“Time is the most mysterious word of all,” Norman Mailer once wrote. The Band somehow traversed and encapsulated the mysteries of our time, as an “Unfaithful Servant” and as “Life is a Carnival.”

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1 Barney Hoskyns, Across the Great Divide: The Band in America, Hyperion, 1993 Quote of Greil Marcus from his book Mystery Train, 3-4 .

2 Hoskyns, Across the Great Divide, 384-85

 

Listening to the “deluxe edition” bonus disc of Tedeschi Trucks’ “Let Me Get By”

 

The cover of the box-set 2-disc deluxe edition of “Let Me Get By” mimics a vintage guitar amplifier. amazon.com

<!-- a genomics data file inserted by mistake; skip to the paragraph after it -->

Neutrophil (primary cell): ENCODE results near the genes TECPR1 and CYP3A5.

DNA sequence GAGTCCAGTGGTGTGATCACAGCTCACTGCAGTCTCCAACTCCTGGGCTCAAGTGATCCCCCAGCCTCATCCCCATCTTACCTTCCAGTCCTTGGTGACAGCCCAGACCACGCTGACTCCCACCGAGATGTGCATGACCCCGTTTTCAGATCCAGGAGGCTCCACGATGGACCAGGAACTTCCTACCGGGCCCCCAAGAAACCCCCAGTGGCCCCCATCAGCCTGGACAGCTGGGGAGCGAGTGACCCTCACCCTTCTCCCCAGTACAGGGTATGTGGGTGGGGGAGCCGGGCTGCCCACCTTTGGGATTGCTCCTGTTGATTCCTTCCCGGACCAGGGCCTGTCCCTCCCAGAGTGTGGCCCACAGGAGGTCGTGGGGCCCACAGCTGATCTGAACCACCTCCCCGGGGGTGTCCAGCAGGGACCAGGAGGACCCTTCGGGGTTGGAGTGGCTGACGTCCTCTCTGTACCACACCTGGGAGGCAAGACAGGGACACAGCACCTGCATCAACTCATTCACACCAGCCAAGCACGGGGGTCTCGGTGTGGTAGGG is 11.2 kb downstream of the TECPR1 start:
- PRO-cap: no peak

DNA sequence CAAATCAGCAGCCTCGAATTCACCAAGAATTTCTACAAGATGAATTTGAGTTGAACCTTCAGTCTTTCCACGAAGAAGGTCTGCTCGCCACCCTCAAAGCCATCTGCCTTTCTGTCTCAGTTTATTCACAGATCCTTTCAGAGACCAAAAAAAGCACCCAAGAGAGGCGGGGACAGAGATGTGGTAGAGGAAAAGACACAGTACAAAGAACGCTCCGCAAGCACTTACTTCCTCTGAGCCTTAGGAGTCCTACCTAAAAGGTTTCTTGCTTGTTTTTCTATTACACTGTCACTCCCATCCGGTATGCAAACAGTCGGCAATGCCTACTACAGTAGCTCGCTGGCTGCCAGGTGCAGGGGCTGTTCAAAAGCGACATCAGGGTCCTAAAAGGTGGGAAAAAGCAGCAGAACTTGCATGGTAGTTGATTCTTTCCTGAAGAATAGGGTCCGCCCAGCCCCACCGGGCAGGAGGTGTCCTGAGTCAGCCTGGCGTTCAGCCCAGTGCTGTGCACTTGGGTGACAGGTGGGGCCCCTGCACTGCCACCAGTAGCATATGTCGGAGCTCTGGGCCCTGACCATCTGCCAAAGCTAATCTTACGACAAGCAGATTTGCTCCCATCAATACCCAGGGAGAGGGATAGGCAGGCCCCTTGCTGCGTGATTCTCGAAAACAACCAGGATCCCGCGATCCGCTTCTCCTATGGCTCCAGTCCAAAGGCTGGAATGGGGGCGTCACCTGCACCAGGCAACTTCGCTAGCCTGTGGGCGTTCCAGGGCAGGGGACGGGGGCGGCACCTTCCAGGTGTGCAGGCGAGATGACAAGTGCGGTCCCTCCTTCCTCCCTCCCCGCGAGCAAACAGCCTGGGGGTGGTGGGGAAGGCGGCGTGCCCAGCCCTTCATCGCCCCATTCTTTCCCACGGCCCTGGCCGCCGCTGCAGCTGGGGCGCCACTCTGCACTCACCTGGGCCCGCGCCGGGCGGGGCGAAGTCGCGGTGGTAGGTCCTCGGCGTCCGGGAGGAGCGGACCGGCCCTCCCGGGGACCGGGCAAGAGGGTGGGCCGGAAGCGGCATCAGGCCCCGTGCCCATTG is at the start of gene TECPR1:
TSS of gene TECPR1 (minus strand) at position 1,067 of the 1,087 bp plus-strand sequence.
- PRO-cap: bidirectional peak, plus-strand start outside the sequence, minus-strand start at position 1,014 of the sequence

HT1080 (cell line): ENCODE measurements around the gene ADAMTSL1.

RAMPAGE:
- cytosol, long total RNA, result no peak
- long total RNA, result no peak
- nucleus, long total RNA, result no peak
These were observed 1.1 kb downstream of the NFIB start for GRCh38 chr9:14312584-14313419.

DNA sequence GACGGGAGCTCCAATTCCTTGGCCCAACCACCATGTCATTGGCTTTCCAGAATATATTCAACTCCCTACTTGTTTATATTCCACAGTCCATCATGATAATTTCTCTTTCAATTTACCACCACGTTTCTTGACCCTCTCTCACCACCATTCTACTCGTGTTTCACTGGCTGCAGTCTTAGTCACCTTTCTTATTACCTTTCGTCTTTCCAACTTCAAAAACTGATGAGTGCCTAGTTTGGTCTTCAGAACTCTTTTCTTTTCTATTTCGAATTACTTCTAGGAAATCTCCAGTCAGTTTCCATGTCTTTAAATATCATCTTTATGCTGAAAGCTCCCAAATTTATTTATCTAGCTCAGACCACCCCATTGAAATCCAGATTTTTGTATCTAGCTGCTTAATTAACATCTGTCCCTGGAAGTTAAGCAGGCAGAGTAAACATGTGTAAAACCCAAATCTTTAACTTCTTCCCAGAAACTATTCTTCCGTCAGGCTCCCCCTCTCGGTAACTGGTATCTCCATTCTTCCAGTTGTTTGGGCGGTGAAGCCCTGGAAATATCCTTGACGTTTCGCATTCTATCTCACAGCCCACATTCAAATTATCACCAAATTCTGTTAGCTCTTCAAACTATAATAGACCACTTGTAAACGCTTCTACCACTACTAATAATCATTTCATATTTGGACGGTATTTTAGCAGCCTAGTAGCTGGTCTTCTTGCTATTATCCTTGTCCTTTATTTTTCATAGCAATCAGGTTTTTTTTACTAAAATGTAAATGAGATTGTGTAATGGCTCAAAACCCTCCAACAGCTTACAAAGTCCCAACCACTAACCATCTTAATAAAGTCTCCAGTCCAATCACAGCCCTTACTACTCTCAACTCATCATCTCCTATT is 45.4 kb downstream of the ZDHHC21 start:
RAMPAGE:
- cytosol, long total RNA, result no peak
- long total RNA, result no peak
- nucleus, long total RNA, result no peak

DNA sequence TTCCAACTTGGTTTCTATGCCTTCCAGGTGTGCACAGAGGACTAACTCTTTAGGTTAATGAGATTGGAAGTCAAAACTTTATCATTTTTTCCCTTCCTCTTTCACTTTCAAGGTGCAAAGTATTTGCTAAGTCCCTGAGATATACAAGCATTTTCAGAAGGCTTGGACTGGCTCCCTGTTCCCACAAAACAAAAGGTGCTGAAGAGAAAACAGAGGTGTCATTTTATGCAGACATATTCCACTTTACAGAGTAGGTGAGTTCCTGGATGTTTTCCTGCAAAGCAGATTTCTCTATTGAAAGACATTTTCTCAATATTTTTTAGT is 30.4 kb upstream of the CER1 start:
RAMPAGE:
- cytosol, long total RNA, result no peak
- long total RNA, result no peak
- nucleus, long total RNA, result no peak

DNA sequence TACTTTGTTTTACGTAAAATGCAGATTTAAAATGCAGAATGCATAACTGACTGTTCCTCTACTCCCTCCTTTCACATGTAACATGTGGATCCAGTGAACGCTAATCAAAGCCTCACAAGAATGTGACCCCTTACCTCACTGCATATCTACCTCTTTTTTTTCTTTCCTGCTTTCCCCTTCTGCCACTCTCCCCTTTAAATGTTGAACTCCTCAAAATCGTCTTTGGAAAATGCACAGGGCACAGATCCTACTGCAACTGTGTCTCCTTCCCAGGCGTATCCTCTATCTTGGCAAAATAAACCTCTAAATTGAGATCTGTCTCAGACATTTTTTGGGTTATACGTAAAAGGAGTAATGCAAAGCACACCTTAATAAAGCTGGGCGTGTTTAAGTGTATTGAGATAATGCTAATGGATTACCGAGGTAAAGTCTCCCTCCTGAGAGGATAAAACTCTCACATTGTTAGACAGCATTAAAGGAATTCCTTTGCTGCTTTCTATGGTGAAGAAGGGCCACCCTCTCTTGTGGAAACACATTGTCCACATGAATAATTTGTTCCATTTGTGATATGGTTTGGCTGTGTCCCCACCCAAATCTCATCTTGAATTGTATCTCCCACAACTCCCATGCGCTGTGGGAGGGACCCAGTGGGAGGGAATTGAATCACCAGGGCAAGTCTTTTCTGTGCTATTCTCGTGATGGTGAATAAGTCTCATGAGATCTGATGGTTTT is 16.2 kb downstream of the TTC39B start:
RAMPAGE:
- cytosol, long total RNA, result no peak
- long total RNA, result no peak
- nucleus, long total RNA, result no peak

The bonus deluxe edition of the Tedeschi Trucks Band’s latest album Let Me Get By further demonstrates how you can turn a stylistic assessment of this remarkable band into a parlor game. Try pigeon-holing them — short of a six or seven-hyphen phrase —  and they’ll invariably squirm free, or break the bindings. That’s another of the metaphorical meanings of the album’s eloquently powerful cover image of a Mongolian eagle, flying free from his master’s binding.

The cover of their bonus disc is a photo portrait of the same eagle perched on the leather-sheathed hand of the ornately outfitted eagle hunter who, though unnamed, appears Mongolian himself, with his thickly fur-lined hat, and long coat reaching to the tops of his tall boots, which can ford deep snow drifts.

So it’s a pan-cultural nod to the Eastern influences that make this a group defy even the multi-various vernaculars of American roots music.